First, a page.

Ray learns that his son is being bullied at school. Ray finds out the name of the child and his parents, and pays them a visit. Ray then threatens the child, making him promise to leave Ray’s son alone, and then beats the child’s father in front of the child. Afterwards, Ray flees the scene, leaving the child’s mother to assist her husband and son.
The episode ends with the discovery of the body of Ben Caspere. The corpse is discovered by Paul, was was out on one of his motorcycle rides. Ani and Ray are also called to the scene, signalling the beginning of a murder investigation.
For the record, I am trying my best to not compare the second season of True Detective to the first season of the season. Trying really hard…
But I can’t help it, I’m human. And when I watched the show, I did see some things that reminded me exactly what show I was watching. For example, I did notice the lighting. The first season showed shots of dim lighting, and so does this season. This is a trick that works to the show’s advantage (in both seasons) and effectively sets the mood.
Speaking of mood, this show is one of the moodiest I have ever watched…I would hate to see what color its mood ring would turn, if the show wore one. The lighting, the music (you can’t get much moodier when you have a Leonard Cohen song as a theme song), the ariel shots of the highways…to me, all of the above are supposed to make the viewer feel unsettled. And if unsettled is what the writers, directors and producers were going for, then they should consider themselves successful, as the vibe I got was dark and downright creepy.
Another interesting thing about season 2 of True Detective is that one of the main characters is female. The female characters in season 1 were not central characters, and were either used to add twists to the relationship between Marty and Rust, or were victims of the serial killer. The viewer only saw these characters through the eyes of Marty and Rust, and these characters were never fully developed. However, this is not the case this season.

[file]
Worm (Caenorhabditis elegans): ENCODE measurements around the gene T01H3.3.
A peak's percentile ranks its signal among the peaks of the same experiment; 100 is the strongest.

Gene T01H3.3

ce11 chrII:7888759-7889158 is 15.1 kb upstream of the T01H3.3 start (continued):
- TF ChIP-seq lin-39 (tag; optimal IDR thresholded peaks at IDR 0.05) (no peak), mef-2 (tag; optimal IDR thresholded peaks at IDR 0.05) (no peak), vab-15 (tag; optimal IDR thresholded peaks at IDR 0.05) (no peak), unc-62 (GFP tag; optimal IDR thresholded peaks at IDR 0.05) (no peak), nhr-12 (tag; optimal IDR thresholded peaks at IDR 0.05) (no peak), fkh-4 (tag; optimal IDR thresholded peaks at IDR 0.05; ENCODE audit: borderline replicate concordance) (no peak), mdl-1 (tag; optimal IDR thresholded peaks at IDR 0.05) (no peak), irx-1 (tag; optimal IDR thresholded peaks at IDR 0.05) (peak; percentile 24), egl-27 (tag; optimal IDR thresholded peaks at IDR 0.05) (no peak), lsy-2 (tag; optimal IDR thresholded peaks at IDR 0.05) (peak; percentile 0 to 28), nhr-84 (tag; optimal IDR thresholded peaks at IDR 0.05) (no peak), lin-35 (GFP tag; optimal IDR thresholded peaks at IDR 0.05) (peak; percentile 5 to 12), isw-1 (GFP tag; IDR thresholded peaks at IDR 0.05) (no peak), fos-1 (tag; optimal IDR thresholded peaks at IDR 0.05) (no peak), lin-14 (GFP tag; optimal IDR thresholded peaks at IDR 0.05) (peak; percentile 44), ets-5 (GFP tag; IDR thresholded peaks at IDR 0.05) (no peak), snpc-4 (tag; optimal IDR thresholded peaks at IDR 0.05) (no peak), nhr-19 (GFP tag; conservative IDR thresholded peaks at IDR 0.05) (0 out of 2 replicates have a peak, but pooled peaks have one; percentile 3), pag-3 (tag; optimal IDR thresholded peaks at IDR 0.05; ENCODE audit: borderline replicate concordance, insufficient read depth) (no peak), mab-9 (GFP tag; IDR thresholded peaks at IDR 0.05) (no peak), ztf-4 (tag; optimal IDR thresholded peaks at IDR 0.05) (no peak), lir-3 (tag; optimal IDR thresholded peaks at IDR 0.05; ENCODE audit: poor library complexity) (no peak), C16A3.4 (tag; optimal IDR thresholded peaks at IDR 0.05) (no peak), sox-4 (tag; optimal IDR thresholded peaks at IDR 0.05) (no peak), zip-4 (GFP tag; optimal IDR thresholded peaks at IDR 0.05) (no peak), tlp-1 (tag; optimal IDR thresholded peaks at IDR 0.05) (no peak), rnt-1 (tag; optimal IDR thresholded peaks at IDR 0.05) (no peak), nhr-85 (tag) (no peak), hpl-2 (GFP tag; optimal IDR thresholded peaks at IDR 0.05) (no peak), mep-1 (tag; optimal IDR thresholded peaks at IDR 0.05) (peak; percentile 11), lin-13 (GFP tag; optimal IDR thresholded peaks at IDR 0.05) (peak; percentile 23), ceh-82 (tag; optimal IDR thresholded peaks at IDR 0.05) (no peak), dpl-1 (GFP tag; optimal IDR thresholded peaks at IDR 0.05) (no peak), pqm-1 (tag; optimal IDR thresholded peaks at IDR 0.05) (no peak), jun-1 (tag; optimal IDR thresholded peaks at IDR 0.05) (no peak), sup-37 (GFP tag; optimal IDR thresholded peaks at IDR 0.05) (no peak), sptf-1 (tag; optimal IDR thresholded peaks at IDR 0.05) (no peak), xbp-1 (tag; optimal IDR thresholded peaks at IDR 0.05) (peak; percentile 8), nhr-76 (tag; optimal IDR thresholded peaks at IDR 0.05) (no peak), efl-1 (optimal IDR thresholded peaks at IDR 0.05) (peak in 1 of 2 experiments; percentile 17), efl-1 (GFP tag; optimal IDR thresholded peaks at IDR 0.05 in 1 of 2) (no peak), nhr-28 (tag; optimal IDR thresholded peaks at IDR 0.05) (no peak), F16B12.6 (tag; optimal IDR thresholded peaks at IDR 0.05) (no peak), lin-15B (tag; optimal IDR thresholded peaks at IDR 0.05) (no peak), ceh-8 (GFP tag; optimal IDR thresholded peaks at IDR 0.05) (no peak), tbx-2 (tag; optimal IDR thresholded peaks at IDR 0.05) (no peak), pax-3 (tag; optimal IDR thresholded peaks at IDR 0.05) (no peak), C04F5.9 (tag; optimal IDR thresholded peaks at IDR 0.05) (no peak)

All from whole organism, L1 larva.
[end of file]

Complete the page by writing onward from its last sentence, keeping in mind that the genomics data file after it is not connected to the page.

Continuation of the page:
Regina George Ani is a character who is not (hopefully) used for the advancement of the male characters in the story. I am already fascinated by her…she may have some daddy issues! And her sister, what is going on with that, and how will that tie in to this murder mystery? And why is she so at odds with what appears to be everyone? These questions have sparked my interest, and the only way (maybe) to find out is to keep watching!
And let’s talk about Ray Velcoro. Like I said before, I am trying not to compare this season to last season, but sometimes even I fail. But I just have this funny feeling that Ray Velcoro may be this season’s Rust Cohle. We didn’t actually see a lot of Ray in the first episode, but I think it was enough to know that he will be this season’s most intriguing character. Who beats up the father of his son’s bully, right in front of the bully (although naming your kid Aspin should get you beat up, I mean really?! Really?!) And working for the mob…I almost thought we were in Gotham for a minute! Ray seems so angry and so heartless…he has no problem hurting anyone, even a kid (although said kid was a bully but still). I am intrigued to find out why Ray is the way he is (like I was intrigued with Rust last season), and I have a feeling the back story will be an interesting one.
My only complaint thus far is the character of Frank Seymone. Vince Vaughn is a fine actor, but seems to be struggling a bit in this role. The character comes off as a little two dimensional, and a character like his deserves justice. However, I have only watched one episode. There will be seven more episodes, and I am optimistic that his character will be developed more in future episodes.
So that’s it for this week’s recap and review of True Detective. Tune in next week to explore more in the world of corruption, crooked cops, high speed motorcycle chases and murdered city officials, when we dissect episode 2!